ee also

*List of Roman auxiliary regiments
*Roman army
*Roman auxiliaries
*Roman legion
*Structural history of the Roman military

External links

* [ List of Roman legions]
* [ A catalogue of Roman legions]
* [ Lego V Living History Group in Tennessee]

Wikimedia Foundation. 2010.

Look at other dictionaries:

  • List of Roman auxiliary regiments — This article contains listings of Roman auxiliary regiments attested in the epigraphic record, by province of deployment. For the history, organisation and equipment of these regiments, see Roman auxiliaries.The article is divided into three… …   Wikipedia

  • List of Roman battles — The following is a list of Roman Battles fought by the Roman Kingdom, the Roman Republic, the Roman Empire, and sometimes the Byzantine Empire, organized by date. The list is not exhaustive. For the complete list see List of battles, for other… …   Wikipedia

  • List of Roman laws — This is a partial list of Roman laws. The name of the law is usually the gens of the legislator, declined on the feminine form (because in Latin law lex, plural leges is a word with feminine gender). When a law is the initiative of the two… …   Wikipedia

  • List of Roman army unit types — This is a list of both unit types and ranks of the Roman army from the Roman Republic to the fall of the Roman Empire. The distinction between rank and unit type doesn t seem to have been as precise as in a modern day army, in which a soldier has …   Wikipedia

  • Roman legion — For other uses, see legion The Roman Legion (from Latin legio military levy, conscription, from legere to choose ) is a term that can apply both as a transliteration of legio ( conscription or army ) to the entire Roman army and also, more… …   Wikipedia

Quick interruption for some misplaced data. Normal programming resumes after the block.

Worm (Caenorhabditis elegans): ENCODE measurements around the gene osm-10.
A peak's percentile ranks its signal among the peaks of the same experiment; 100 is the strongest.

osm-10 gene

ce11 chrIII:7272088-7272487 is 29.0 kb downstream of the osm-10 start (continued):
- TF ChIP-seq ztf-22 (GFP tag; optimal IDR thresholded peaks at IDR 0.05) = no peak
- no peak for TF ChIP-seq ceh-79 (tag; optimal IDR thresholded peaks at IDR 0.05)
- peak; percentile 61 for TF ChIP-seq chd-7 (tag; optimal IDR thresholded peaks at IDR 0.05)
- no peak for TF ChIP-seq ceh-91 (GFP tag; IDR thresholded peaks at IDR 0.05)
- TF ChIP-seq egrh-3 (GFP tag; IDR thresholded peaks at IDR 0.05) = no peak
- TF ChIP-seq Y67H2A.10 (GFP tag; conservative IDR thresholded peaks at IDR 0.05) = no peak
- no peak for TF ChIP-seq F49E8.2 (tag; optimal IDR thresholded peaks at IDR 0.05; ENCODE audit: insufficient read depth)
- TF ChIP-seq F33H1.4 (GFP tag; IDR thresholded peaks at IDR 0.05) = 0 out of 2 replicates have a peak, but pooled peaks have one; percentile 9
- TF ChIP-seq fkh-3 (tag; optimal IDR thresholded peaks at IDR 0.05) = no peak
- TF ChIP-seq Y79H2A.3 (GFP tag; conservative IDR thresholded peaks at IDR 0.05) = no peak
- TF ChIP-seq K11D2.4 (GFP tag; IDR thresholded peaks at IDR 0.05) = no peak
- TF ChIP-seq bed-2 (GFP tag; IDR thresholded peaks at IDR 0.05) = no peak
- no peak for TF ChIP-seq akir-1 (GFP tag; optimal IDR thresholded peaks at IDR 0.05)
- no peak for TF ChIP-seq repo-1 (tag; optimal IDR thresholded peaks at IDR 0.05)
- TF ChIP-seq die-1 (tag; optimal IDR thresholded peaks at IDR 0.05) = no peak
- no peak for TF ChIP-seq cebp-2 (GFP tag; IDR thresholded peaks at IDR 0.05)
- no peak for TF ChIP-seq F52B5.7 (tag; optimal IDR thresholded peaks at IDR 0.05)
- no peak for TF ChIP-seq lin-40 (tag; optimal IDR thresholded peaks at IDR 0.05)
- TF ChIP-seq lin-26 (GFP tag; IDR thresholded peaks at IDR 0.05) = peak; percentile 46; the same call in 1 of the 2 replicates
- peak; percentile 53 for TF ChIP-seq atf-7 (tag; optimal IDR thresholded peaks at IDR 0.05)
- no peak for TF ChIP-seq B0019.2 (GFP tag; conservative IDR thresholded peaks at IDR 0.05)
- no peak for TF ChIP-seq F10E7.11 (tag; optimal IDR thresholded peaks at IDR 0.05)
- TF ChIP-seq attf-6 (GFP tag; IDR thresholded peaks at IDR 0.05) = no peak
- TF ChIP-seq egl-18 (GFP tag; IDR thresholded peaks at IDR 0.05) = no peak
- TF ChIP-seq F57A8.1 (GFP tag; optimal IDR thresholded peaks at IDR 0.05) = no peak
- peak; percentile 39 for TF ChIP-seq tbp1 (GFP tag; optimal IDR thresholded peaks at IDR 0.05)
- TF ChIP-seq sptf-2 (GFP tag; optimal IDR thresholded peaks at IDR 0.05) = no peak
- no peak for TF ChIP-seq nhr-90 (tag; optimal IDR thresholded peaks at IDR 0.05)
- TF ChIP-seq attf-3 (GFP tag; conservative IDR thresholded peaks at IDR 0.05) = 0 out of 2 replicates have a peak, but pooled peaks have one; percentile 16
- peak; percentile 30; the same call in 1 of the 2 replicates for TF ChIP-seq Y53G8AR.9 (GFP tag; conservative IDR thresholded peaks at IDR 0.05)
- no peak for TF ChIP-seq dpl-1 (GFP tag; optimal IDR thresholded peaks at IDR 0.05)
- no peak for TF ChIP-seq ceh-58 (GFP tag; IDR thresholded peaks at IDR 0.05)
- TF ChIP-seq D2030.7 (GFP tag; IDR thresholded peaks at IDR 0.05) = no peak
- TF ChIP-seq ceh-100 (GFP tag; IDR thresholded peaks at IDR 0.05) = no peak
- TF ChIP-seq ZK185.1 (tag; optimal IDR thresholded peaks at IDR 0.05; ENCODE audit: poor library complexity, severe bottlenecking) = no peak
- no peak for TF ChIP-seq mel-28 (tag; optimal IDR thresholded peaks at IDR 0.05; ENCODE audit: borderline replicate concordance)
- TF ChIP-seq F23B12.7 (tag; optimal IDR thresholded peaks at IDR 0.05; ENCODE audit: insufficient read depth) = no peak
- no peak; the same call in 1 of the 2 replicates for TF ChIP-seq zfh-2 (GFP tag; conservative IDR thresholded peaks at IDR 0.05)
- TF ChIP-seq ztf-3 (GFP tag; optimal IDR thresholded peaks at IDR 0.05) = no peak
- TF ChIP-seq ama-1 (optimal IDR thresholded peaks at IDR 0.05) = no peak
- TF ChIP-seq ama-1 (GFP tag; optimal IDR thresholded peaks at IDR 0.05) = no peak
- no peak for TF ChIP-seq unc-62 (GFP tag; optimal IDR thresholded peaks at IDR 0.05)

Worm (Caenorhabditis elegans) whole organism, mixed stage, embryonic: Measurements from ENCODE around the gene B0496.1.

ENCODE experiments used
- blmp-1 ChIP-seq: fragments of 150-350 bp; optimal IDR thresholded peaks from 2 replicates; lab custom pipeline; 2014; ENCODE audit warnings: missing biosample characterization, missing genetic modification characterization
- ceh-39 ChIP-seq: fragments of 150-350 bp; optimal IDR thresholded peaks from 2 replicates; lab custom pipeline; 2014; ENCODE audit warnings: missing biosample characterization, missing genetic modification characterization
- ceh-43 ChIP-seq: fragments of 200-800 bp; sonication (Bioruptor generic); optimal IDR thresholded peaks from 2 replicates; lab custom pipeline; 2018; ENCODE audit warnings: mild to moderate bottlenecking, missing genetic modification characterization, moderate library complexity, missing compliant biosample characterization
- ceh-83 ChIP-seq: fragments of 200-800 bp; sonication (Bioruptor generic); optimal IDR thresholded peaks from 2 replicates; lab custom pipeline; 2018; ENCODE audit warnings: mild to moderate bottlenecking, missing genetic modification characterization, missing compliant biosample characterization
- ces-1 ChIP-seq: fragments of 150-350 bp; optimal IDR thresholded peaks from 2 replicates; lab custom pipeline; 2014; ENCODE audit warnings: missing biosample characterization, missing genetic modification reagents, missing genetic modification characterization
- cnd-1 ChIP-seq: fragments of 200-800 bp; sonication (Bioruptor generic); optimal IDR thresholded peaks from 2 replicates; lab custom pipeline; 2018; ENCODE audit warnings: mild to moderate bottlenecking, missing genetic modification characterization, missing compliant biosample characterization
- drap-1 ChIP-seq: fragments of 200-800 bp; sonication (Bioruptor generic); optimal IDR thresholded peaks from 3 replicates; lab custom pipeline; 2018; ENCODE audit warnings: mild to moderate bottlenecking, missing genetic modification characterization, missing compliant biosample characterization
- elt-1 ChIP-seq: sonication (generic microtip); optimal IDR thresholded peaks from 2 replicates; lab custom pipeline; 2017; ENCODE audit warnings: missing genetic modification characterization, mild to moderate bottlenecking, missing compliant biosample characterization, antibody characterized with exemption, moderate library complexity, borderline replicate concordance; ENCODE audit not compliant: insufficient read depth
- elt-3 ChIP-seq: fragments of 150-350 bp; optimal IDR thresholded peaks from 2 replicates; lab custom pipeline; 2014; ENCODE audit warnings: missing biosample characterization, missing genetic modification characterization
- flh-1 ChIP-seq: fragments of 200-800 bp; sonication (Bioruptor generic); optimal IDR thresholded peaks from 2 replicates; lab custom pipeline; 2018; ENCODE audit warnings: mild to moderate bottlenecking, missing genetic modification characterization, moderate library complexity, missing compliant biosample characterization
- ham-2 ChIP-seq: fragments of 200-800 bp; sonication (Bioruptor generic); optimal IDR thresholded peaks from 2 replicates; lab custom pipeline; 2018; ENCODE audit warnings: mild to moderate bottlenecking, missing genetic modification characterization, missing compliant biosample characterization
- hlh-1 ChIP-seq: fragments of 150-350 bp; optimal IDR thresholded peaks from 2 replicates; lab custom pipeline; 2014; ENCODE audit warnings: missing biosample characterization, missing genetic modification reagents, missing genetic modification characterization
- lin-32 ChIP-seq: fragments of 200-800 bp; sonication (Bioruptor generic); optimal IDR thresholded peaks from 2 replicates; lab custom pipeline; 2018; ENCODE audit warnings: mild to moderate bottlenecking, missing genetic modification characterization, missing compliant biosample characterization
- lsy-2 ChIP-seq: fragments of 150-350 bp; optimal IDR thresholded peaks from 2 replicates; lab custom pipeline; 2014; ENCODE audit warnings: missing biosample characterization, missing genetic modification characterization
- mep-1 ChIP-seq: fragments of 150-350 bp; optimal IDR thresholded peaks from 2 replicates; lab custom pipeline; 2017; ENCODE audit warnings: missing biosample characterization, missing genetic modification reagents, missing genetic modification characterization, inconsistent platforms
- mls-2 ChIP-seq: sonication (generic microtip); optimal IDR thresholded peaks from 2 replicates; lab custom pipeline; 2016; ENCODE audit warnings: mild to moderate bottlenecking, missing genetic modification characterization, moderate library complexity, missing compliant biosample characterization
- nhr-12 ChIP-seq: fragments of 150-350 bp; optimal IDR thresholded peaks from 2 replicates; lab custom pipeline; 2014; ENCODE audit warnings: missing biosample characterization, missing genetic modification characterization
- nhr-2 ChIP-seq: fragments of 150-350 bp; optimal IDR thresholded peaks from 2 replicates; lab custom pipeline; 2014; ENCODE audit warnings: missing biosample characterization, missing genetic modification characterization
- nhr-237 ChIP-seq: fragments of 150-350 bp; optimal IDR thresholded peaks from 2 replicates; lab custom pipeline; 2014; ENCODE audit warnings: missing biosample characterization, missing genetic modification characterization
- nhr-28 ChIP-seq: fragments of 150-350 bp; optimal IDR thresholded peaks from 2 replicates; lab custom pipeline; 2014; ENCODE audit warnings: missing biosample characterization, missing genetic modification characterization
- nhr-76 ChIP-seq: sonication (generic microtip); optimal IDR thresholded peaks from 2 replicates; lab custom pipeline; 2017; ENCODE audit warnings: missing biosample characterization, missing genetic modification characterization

• Roman army — The Roman army was a set of military forces employed by the Roman Kingdom, Roman Republic and later Roman Empire as part of the Roman military. For its main infantry constituent and for much of its history, see Roman legion; for a catalogue of… …   Wikipedia

  • List of topics related to ancient Rome — This is a list of topics related to ancient Rome that aims to include aspects of both the ancient Roman Republic and Roman Empire.*For an overview of the subject, see Ancient Rome.*For other articles not listed below, see and its… …   Wikipedia

  • Roman infantry tactics — refers to the theoretical and historical deployment, formation and maneuvers of the Roman infantry from the start of the Roman Republic to the fall of the Western Roman Empire. The article first presents a short overview of Roman training. Roman… …   Wikipedia

  • List of battles before 601 — List of battles: before 601 601 1400 1401 1800 1801 1900 1901 2000 2001 current See also: List of Roman battles Before 500 BC5th century BC4th century BC*398 BC Siege of Motya Phoenician city Motya sacked. *397 BC Battle of Messene Ionian Greek… …   Wikipedia

  • Roman technology — is the engineering practice which supported Roman civilization and made the expansion of Roman commerce and Roman military possible over nearly a thousand years. The Roman Empire had the most advanced set of technology of their time, some of… …   Wikipedia

Share the article and excerpts

Direct link
Do a right-click on the link above
and select “Copy Link”

We are using cookies for the best presentation of our site. Continuing to use this site, you agree with this.